Thanks to diversification, ports along the Texas Gulf Coast are managing to stay energized despite the recent softness in the upstream oil and gas sector.
Whether counting on containerized goods, forest products, vehicles or a different kind of energy – wind – to keep docks bustling, ports of the Lone Star State are finding that not relying solely upon oil and gas is a rewarding strategy. Also, deeper channels are on the agenda at a few Texas ports.
Here’s a rundown of recent developments at leading Texas ports, starting a few miles west of the Louisiana state line, then meandering down the Gulf Coast to just north of the U.S.-Mexico border:
Port of Port Arthur With May approval by local voters of an $89.95 million navigation district bond issue, the Port of Port Arthur is moving forward with infrastructure enhancements and is in position to be able to acquire additional land and advance more projects in the future.
The biggest current undertaking is the $35 million to $40 million endeavor to provide a new 1,000-foot-long berth, enabling the Port of Port Arthur to more fully benefit from the federally authorized deepening to 48 feet from 40 feet of the Sabine-Neches Waterway, which links the port with the Gulf of Mexico. The dock expansion is slated to be finished in late 2017, while the channel project awaits congressional appropriation.
The Port of Port Arthur, which recently completed a 6,500-foot rail car storage facility, continues its forest products strength, with exports of kraft linerboard and wood pellets and imports of Brazilian wood pulp, while handling domestic moves of mats for the oilfield industry and staying at the center of military cargo movement and readiness exercises.
Port of Beaumont
Celebrating the 100-year anniversary of its recognition as a deepwater port, the Port of Beaumont, up the Neches River from Port Arthur, continues to be the No. 1 U.S. military cargo port in the world and, with $70 million in projects, is assertively expanding marine, rail and roadway infrastructure for handling bagged goods, forest products, steel, aggregate, wind energy components, bulk grains, project cargo and crude oil.
Additionally, on the river’s east bank, across from longstanding Jefferson County facilities, the Port of Beaumont, in partnership with private industry, has just finished the $300 million Jefferson Energy Beaumont Terminal on 250 acres in Orange County. The liquid bulk petroleum product terminal features expansive rail infrastructure capable of handling 120-car unit trains for three Class I railroads, plus seven storage tanks, a pipeline, barge and ship docks, a blending facility and a truck terminal.
The Port of Beaumont’s $500 million, 10-year master facilities plan includes further infrastructure projects in both Jefferson and Orange counties.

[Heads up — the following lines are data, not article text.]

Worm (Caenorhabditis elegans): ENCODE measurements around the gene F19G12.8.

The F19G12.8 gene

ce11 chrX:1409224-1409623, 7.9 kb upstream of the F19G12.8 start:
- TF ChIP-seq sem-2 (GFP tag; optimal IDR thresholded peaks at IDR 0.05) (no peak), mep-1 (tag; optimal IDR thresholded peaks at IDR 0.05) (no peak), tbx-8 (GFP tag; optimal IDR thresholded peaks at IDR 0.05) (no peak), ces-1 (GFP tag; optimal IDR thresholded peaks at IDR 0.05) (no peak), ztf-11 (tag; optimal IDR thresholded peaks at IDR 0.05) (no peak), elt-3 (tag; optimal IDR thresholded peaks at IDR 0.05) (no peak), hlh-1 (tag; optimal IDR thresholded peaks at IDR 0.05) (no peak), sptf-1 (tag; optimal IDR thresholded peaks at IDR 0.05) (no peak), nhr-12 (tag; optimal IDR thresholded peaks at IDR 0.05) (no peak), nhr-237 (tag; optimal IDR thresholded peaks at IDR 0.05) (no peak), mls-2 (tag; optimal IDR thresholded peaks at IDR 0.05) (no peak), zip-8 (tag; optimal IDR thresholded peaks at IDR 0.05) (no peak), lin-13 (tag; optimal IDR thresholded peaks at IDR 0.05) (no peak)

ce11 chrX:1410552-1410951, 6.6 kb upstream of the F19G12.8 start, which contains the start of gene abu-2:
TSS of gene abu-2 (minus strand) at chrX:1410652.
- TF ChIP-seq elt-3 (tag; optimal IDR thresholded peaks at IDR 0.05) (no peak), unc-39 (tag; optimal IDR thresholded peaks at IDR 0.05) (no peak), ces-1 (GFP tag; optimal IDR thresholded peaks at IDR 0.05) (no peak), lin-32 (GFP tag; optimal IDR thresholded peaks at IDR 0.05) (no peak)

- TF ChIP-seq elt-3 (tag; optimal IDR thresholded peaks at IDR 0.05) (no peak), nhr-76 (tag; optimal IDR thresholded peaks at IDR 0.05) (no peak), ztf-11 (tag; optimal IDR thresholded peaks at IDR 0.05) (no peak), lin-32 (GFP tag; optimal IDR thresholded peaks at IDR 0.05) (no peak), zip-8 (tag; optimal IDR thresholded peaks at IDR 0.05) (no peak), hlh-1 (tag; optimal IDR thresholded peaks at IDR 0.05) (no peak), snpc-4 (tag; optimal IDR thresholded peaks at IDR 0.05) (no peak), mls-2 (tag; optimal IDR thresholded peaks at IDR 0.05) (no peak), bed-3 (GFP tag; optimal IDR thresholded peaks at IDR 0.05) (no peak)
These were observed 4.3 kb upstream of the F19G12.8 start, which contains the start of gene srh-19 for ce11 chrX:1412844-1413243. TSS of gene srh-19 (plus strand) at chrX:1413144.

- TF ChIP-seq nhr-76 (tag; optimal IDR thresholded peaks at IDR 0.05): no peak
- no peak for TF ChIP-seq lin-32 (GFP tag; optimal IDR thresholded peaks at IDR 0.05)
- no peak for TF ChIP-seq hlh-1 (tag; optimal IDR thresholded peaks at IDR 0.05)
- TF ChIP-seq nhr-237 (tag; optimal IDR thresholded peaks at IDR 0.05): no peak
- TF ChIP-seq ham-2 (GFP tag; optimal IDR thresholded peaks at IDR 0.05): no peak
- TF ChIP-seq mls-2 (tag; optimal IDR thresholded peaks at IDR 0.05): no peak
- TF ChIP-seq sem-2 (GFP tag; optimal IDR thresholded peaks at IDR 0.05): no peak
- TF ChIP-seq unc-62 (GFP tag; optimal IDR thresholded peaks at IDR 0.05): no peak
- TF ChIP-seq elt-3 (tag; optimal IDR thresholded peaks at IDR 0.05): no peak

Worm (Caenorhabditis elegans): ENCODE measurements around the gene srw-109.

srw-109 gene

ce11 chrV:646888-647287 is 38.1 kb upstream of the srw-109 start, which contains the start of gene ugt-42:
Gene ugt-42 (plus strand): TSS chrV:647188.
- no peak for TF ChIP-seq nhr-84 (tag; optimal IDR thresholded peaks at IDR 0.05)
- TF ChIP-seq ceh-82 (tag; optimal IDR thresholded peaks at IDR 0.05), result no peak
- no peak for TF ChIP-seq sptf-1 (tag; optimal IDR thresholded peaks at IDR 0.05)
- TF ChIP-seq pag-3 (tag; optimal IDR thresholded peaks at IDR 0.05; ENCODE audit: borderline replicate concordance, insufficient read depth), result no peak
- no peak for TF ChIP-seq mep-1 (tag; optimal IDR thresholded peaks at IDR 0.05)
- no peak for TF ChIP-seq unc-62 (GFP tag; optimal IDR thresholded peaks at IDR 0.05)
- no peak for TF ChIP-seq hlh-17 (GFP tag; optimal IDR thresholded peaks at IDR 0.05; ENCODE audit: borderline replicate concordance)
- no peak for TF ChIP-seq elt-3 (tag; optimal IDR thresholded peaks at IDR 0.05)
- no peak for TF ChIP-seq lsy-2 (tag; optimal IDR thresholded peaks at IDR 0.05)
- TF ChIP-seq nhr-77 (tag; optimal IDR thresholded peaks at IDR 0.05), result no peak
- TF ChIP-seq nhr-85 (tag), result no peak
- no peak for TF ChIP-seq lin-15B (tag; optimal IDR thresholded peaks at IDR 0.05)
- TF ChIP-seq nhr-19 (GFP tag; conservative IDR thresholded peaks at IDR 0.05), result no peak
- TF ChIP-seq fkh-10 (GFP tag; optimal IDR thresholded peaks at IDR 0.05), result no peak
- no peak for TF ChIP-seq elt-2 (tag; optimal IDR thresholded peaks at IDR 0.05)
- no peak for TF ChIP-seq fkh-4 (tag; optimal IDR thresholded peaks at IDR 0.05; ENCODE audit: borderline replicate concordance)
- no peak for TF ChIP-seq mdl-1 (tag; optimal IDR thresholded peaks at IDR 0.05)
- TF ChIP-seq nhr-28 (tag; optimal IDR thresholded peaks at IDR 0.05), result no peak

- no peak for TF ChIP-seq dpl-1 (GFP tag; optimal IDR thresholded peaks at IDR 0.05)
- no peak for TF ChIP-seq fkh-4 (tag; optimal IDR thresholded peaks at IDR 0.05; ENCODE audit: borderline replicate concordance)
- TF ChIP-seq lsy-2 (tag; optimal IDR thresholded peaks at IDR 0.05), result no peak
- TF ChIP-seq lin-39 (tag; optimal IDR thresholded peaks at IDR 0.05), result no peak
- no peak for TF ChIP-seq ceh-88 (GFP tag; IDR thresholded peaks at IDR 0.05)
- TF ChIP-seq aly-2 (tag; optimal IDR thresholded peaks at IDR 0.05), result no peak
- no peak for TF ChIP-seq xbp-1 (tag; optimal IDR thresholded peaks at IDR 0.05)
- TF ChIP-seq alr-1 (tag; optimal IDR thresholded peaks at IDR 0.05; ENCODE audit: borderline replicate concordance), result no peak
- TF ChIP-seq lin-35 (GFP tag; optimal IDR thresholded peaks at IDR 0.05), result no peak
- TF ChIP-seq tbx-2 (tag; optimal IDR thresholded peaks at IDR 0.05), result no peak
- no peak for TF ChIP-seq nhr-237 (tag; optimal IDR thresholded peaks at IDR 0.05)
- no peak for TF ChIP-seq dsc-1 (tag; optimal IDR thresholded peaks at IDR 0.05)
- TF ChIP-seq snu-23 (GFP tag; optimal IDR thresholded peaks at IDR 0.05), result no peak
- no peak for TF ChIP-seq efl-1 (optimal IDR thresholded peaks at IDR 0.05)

Port of Houston
The No. 1 U.S. foreign tonnage port, the Port of Houston is bolstering its position in trans-Pacific container trade with, beginning in June, Bayport Container Terminal receiving the first inbound port calls of a new 2M Alliance offering that integrates Maersk Line’s TP18 and Mediterranean Shipping Co.’s Lone Star Express services from China and South Korea transiting the expanded Panama Canal. It is Houston’s third such direct Asia service.
Strong container, automotive and bulk cargo activity has helped the Port of Houston offset declines, including a drop in tubular steel imports, associated with the recent downturn being experienced by the oil and gas industry.
The Port of Houston Authority is not waiting on the latest U.S. Army Corps of Engineers study of maintaining the Houston Ship Channel at its authorized depth of 45 feet or more to fund its own channel improvements, including dredging at berthing areas, as well as a cost-shared project that should make it easier for deepdraft vessels to pass through an area known as the Bayport Flare.
Port of Texas City
The oil and gas industry slump has taken a bit more of a toll on the less-diversified Port of Texas City, located toward the Gulf of Mexico from Houston, at the “Y” of the ship channel.
The port, which handled nearly 48 million tons of foreign and domestic commerce in 2014, saw that figure fall to 42 million in 2015 – still good for ranking No. 15 among all U.S. ports in total tonnage.
The Port of Texas City and the related Texas Terminal Railway Co. link the cargo with trains of the Union Pacific Railroad and BNSF Railway.
Port of Galveston
A 19.6-acre vehicle processing and distribution center has been opened by Wallenius Wilhelmsen unit WWL Vehicle Services America Inc. at the Port of Galveston.
The facility, which became fully operational in April, includes more than 44,000 square feet of processing space in two buildings, as well as storage for more than 2,000 vehicles, under on-site management of BMW of North America LLC.
Also at the Port of Galveston, a $13 million expansion of Cruise Terminal No. 2 is nearing completion, while a $6.5 million downtown transit terminal opened in March.